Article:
1736 Gabriel Daniel Fahrenheit (24 May 1686, 16 Sep 1736) was a German-Dutch physicist and instrument maker (meteorological). He lived in Holland for most of his life. He invented the alcohol thermometer (1709) and mercury thermometer (1714) and developed the Fahrenheit temperature scale. For the zero of his scale he used the temperature of an equal ice-salt mixture; 30° for the freezing point of water; and 90° for normal body temperature. Later, he adjusted to 32° for the freezing point of water and 212° for the boiling point of water, the interval between the two being divided into 180 parts. He also invented a hygrometer to measure relative humidity and experimented with other liquids discovering that each liquid had a different boiling point that would change with atmospheric pressure.*TIS

1925 Alexander Alexandrovich Friedmann (16 Jun 1888, 16 Sep 1925) Russian mathematician who was the first to work out a mathematical analysis of an expanding universe consistent with general relativity, yet without Einstein's cosmological constant. In 1922, he developed solutions to the field equations, one of which clearly described a universe that began from a point singularity, and expanded thereafter. In his article On the Curvature of Space received by the journal Zeitschrift für Physik on 29 Jun 1922, he showed that the radius of curvature of the universe can be either an increasing or a periodic function of time. In Jul 1925, he made a record-breaking 7400-m balloon ascent to make meteorological and medical observations. A few weeks later he fell ill and died of typhus. *TIS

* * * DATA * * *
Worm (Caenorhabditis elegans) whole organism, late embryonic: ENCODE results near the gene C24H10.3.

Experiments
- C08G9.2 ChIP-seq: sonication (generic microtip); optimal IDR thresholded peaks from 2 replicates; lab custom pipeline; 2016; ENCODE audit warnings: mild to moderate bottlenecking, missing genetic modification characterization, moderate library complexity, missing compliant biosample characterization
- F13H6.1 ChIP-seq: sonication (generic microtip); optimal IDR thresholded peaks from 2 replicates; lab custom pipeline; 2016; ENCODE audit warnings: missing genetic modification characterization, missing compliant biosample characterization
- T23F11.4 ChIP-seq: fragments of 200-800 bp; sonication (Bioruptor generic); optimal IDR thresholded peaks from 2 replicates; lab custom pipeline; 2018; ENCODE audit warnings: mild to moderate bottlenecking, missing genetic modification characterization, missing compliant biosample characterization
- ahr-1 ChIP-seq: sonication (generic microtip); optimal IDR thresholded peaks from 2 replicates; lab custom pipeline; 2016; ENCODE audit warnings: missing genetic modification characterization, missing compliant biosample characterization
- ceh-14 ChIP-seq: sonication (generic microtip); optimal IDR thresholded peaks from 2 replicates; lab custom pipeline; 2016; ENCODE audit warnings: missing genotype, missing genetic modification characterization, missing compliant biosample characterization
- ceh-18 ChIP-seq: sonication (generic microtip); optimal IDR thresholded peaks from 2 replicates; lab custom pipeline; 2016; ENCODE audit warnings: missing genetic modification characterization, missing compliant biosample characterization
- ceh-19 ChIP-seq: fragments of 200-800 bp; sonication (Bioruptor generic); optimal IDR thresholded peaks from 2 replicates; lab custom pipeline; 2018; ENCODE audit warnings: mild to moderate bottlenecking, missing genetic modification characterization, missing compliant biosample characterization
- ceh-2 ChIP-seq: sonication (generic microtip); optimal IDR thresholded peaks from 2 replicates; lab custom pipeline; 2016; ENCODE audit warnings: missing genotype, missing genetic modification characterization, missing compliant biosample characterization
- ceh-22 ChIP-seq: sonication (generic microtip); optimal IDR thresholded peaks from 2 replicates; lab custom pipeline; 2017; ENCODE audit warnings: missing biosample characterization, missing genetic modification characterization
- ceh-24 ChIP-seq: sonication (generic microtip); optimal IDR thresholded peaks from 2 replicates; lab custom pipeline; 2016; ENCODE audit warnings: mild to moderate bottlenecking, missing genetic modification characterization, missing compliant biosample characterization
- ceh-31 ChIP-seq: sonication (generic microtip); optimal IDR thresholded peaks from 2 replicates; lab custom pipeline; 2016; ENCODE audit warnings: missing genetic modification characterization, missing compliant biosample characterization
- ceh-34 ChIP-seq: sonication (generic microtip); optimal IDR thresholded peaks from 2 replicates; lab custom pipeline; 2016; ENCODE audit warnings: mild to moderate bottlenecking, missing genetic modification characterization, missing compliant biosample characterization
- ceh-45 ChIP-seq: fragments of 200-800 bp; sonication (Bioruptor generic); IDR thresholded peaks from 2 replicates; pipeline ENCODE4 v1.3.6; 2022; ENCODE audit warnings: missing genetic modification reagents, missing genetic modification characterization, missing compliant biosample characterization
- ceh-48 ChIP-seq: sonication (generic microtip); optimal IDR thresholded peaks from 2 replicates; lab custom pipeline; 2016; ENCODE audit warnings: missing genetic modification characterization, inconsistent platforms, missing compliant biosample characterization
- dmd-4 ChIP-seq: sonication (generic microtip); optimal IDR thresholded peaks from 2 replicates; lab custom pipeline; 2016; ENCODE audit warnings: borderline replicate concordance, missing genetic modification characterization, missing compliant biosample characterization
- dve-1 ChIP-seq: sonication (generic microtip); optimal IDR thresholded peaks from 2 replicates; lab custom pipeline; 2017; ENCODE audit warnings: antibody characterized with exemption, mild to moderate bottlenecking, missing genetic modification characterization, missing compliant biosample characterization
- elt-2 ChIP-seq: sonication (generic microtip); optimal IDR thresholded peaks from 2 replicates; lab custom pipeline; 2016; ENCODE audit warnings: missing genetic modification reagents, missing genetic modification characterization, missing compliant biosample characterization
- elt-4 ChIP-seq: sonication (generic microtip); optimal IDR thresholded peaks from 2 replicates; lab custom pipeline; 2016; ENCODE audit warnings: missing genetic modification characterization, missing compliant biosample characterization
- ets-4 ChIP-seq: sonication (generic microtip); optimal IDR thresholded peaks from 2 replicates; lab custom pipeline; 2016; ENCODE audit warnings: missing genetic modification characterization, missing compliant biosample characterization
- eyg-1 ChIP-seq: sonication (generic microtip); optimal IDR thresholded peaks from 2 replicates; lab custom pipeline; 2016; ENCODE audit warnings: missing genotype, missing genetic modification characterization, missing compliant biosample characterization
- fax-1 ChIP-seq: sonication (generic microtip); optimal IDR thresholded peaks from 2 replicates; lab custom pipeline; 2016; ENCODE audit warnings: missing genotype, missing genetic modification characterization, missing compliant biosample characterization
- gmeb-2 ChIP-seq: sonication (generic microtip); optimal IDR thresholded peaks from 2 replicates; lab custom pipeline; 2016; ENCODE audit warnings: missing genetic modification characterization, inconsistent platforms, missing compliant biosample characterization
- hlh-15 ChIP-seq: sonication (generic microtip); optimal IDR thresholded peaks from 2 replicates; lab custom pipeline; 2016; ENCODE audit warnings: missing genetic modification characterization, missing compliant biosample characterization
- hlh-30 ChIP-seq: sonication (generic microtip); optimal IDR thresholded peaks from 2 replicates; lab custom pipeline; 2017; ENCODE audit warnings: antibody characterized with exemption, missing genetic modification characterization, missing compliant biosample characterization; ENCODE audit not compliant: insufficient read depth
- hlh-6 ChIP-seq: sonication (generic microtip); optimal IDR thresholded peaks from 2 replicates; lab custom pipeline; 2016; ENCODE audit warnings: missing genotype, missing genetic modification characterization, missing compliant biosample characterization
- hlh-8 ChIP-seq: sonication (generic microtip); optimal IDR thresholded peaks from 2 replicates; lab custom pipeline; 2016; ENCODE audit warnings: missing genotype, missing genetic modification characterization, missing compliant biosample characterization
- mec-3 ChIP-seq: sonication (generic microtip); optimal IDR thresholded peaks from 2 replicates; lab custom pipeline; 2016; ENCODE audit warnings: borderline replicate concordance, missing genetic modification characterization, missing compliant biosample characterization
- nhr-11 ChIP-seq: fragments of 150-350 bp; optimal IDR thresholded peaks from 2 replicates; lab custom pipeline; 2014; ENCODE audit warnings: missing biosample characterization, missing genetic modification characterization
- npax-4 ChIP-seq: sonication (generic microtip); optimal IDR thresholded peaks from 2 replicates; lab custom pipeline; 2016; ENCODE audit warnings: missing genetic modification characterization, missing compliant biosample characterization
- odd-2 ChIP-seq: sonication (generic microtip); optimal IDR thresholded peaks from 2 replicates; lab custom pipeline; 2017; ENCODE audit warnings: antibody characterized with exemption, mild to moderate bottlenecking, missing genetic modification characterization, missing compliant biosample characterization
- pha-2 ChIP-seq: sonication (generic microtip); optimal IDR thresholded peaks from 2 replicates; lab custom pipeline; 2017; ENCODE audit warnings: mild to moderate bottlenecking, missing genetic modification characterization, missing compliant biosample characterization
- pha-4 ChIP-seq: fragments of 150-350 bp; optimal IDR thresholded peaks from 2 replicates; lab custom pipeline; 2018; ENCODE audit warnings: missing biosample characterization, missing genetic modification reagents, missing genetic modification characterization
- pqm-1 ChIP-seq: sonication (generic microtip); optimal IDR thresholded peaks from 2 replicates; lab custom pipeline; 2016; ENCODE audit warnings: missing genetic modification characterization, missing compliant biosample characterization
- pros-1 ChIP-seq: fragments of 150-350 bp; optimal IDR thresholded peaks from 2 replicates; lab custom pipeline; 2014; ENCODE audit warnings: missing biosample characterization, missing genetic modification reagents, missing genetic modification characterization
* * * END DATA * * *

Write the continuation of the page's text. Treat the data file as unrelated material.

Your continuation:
1931 Niels Nielsen (2 Dec 1865 , 16 Sept 1931) was a Danish mathematician who worked on special functions and number theory. *SAU (He also wrote two mathematical histories, one for France, and one for Denmark)

1932 Sir Ronald Ross (born 13 May 1857, 16 Sep 1932) English physician, bacteriologist and mathematician whose discovery of the malarial parasite in the gastrointestinal tract of the Anopheles mosquito led to the realization that malaria was transmitted by Anopheles. For this work, he was awarded the 1902 Nobel Prize for Physiology or Medicine, becoming the first British Nobelist. He began studying malaria in 1892. In 1894 he made an experimental investigation in India of the hypothesis of Alphonse Laveran and Patrick Manson that mosquitoes are connected with the propagation of the disease. After two and a half years' failure, Ross succeeded in demonstrating the life-cycle of the parasites of malaria in mosquitoes, thus establishing the hypothesis of Laveran and Manson. Later, in West Africa he found the species of mosquitoes which convey the deadly African fever.*TIS (He is most remembered for his work on malaria, but his greatest influence may have come from his development and publishing of a mathematical theory of epidemiology.)